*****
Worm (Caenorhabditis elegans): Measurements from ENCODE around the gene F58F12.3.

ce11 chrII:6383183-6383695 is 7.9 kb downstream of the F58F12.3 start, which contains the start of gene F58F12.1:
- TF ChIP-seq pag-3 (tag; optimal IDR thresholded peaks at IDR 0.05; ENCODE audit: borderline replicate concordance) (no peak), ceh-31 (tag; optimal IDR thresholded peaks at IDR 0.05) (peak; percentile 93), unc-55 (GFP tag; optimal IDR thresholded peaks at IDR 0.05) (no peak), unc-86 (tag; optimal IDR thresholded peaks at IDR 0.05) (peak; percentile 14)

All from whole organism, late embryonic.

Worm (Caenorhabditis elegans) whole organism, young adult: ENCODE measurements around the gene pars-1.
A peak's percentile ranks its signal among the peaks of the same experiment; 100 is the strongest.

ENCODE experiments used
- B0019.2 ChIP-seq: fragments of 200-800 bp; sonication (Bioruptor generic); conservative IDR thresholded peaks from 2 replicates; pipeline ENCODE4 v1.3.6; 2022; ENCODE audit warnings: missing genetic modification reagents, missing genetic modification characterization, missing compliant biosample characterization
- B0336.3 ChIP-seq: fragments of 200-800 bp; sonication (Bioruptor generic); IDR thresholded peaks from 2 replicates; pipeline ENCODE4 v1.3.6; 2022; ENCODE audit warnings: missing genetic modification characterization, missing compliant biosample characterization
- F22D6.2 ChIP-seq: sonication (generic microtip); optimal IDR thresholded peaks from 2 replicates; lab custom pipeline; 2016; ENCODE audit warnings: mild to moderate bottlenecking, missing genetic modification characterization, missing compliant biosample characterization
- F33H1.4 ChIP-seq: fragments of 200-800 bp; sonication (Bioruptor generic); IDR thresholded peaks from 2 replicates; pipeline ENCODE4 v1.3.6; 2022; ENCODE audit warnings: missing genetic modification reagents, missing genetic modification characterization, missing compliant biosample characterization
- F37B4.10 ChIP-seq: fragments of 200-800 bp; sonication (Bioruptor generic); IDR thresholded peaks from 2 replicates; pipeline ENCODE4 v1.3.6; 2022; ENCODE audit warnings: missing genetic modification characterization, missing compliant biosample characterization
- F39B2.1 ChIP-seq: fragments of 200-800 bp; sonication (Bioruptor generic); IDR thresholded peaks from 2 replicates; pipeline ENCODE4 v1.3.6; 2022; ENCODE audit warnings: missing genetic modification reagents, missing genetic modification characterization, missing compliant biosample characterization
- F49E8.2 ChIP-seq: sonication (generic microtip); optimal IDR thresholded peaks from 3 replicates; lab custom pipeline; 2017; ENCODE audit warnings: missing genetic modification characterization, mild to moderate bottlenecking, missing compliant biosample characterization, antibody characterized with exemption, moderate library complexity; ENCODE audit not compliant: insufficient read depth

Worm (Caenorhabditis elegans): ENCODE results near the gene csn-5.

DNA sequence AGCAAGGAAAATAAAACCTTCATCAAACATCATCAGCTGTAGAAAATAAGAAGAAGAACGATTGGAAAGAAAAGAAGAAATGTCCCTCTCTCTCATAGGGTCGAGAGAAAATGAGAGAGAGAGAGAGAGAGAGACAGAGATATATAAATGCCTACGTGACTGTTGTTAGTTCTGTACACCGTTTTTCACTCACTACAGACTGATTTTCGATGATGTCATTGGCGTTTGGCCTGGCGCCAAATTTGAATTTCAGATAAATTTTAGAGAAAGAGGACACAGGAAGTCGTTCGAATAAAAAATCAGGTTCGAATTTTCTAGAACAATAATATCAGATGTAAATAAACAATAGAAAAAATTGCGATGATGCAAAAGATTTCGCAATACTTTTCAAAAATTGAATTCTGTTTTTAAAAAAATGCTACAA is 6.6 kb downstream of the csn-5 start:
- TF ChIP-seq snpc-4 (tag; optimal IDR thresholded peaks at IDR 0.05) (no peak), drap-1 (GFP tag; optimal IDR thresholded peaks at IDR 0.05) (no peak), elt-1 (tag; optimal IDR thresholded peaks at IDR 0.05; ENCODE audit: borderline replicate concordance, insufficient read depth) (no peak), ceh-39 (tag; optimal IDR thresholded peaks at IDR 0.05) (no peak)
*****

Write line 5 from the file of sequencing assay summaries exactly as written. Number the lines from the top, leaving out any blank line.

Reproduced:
Worm (Caenorhabditis elegans) whole organism, young adult: ENCODE measurements around the gene pars-1.